Introduction: Organic Seaweedless Sushi - Growing Your Own Sushi Wraps From Edible, Easy-to-cultivate Leaves.
If like us, you are worried about marine pollution, then you will be looking to make your sushi wraps from something you can grow yourself. The following is one of the easiest and tastiest I have found.
Nasturtium tropaeolum majus is a most useful plant to grow in any garden not just for decoration or wildlife habitat but because the leaves, flowers and seeds are all edible. They will also grow in poor soil, in containers and as they can be found in both bush and climbing varieties, are eminently suitable for urban or limited space, square foot and vertical gardening.
Here I am using them as an alternative to nori and making home-grown sushi wraps.
For a more elaborate traditional sushi, I wrap the rice in extra large nasturtium leaves. I don't have a rolling mat but just use eco baking paper. I can then cut them into lengths just as I would with nori. You can also use other leafy vegetables such as cabbage, kale or spinach but the younger and more pliable leaves are easier to manage.
SECOND AND THIRD PHOTOGRAPH
Smörgåsbord - open sandwich style sushi. A very simple light lunch, created from balls of Thai rice just placed on nasturtium leaf wraps. I married them with a confits de tomates and a fines herbes omelette. Just fold the leaf around the rice ball as you pick it up and bite into a taste sensation.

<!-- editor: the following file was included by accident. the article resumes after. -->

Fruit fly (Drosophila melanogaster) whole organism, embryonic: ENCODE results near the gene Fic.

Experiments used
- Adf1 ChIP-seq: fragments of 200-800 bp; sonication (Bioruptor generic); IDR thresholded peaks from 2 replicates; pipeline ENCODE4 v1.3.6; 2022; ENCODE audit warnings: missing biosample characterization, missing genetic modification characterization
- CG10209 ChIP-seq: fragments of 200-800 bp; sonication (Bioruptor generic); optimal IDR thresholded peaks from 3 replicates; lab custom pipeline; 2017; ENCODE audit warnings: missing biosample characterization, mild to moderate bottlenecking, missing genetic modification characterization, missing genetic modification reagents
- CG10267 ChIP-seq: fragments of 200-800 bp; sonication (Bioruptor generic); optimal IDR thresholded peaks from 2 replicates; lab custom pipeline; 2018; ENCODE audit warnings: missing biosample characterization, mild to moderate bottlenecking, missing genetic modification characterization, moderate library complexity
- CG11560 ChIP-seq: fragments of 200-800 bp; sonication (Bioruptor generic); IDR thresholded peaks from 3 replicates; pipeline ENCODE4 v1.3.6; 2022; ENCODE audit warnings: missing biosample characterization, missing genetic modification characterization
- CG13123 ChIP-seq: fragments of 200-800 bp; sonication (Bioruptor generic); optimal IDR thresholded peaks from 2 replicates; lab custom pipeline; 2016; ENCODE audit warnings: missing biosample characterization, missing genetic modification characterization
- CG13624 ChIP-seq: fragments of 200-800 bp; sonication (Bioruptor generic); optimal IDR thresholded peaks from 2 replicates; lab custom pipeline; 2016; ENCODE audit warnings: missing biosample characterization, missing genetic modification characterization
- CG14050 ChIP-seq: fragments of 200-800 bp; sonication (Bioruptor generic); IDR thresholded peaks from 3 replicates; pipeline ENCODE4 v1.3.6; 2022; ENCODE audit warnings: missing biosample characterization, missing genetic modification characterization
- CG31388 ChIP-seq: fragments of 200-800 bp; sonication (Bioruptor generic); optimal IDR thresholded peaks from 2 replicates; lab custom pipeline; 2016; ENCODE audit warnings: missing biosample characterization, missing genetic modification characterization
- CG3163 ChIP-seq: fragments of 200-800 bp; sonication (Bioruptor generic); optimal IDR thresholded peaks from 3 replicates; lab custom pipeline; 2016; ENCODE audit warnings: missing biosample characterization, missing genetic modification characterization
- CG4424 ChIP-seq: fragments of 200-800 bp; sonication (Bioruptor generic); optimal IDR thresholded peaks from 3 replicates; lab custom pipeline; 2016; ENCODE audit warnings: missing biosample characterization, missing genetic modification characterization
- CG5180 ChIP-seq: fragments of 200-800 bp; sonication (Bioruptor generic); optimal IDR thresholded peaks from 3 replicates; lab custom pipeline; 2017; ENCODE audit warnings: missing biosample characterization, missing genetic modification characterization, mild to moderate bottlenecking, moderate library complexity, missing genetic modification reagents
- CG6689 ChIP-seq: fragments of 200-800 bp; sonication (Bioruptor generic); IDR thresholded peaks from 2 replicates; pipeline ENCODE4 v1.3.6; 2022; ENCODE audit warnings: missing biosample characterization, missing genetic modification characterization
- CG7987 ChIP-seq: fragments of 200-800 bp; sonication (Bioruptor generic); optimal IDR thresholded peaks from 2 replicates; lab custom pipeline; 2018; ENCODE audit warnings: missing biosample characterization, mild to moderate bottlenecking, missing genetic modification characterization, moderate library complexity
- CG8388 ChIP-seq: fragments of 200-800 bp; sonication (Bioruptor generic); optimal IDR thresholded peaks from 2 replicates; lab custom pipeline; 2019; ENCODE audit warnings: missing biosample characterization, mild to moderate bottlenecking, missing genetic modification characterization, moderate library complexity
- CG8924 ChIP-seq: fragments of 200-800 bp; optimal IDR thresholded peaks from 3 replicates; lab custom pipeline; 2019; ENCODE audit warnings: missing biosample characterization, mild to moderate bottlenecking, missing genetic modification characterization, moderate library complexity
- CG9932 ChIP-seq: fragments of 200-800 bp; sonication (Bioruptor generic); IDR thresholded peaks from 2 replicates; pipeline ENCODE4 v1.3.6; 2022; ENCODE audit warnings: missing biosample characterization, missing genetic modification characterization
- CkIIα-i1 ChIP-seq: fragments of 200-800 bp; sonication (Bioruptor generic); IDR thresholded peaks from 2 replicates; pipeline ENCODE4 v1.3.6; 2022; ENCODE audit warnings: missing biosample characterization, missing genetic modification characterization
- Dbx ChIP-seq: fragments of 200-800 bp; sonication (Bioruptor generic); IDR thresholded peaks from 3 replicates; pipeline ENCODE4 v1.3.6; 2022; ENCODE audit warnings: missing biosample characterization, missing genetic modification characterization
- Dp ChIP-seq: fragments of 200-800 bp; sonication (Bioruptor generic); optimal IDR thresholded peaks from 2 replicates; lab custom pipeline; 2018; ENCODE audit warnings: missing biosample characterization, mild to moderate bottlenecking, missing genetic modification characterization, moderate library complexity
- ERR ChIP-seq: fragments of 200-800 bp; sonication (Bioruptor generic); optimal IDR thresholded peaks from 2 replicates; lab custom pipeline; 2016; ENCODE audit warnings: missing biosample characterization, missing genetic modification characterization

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Step 1: TIPS ON GROWING THIS MEDICAL AND CULINARY PLANT
COMMON GARDEN NASTURTIUMS - MEDICAL AND CULINARY TREASURE YET SO EASY TO GROW
Native to South America, in the past nasturtiums along with sprouted seeds and citrus fruit were used to treat scurvy because of their high vitamin C content, they also contain valuable anti-oxidants. Prized for many centuries as a medicinal plant, the nasturtium can be used to treat skin problems (in particular acne), hair loss, respiratory and urinary infections. So there is a lot more to this common garden plant than meets the eye! You can grow nasturtiums all year round in just about any soil and although they are often described as annuals they are in fact perennial, so if you are careful to place them near a stone wall or other heat sink, then you can keep them going through the Winter. Nevertheless, they do self-seed very freely so you can actually do as I do and let them continue in the container, just adding a little new home-made organic compost once a year or whenever you see the leaves beginning to lose their healthy green colour.
The only pest problem they really seem to have here is attack by cabbage white butterfly caterpillars, who find them just as tasty as we do. They are however easy to pick off the leaves and as my quail love to eat them, are yet another bonus of growing nasturtiums.
Just have fun experimenting with colour and their fabulous peppery taste will make you want to use them with all your favourite fillings. If you can try to get hold of some of the seeds of nasturtium Jewel of Africa - find them on seed swaps or you can buy them through good seed merchants, I get mine from Chiltern seeds, for example on-line. The leaves are most beautifully variegated and they make fabulous sushi wraps
Please feel free to ask questions or share your own ideas either here, or on the article, or any other questions you may have about growing and eating nasturtiums.
The original article of mine can be found :here
All the very best and Bon Appétit!
Pavlovafowl aka Sue